Pensacola State To Lead Local TechHire Program

Dec 4, 2016

Credit Pensacola State College

What do Pensacola, Boston, Anchorage, Mobile, and Oklahoma City have in common? They’re among 20 communities now added to a White House program to retrain workers for "Twenty-First Century" jobs.

President Obama in March of last year, rolled out TechHire, an initiative powered by Opportunity-at-Work, a nationwide community based movement.

“We already have over 20 states, cities and rural communities who’ve signed on to fill tech openings,” said Obama at the time. “We’ve got private-sector leaders who are supporting everything from scholarships to job-matching tools. Not out of charity, but because it’s a smart business decision.”

“Building a pipeline of tech talent can bring new jobs to local economies, facilitate business growth and give local residents a pathway into the middle class,” said Ed Meadows, President of Pensacola State College.”

With PSC leading the way, Pensacola joins a national network of 71 TechHire communities. The program carries a simple idea: build a pipeline of tech talent with methods of quickly training people with limited technology skills to become job-ready in months, rather than years.

Pensacola State College President Ed Meadows
Credit Dave Dunwoody, WUWF Public Media

“President Obama wanted an opportunity for the neglected community sectors,” Meadows said. “Minorities, the unemployed, particularly those who lost their jobs because of changes in technology. And also women that did not have the formal education and training to move into a high-tech field.”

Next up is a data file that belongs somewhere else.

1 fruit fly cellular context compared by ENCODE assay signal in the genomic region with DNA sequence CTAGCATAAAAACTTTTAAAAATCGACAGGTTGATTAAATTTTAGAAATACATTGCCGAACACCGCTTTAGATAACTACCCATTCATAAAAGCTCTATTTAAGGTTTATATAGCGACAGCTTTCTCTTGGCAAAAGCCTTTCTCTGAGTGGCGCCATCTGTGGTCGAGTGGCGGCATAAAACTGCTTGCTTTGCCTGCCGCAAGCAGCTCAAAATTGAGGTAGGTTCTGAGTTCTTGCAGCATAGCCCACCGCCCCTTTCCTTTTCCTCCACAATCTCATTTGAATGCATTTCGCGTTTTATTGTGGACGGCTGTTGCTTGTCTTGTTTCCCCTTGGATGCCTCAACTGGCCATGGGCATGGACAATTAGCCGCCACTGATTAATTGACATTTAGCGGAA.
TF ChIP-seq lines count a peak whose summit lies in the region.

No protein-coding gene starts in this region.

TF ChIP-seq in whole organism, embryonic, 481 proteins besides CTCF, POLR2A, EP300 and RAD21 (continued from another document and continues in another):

All TechHire Communities go through a competitive application process, to gauge their level of commitment and readiness. That is, they have to demonstrate they have the necessary employers, trainers, and civil leadership. Meadows says PSC is a good fit to lead such a program, given its many technology programs which are considered part of the college’s backbone.

In addition, Pensacola State will offer special initiatives to find individuals that have the potential to enroll in some of the short-term workforce certificate programs, and working with local industries to identify such areas where they need workers.

“If you look at it in the last decade, Pensacola has really come together with the private sector – all of you who are creating that opportunity to create that tech pipeline right here,” said Pensacola Mayor Ashton Hayward.

Scott Luth, CEO of Florida West, the economic development arm of the Pensacola Chamber of Commerce, says they’re looking at a few things in their three targeted industry sectors.

“Our manufacturing; it’s information technology and cyber, [and] it’s aviation,” Luth said. “All of those are technology-based companies. And making sure we have the appropriate tech talent to support that industry.”

In addition to Pensacola, three other areas in Florida are in the second wave of TechHire designations: Central Florida; Alachua/Broward Counties, and Tampa Bay. More information is available at www.techhire.org, and at www.opportunityatwork.org.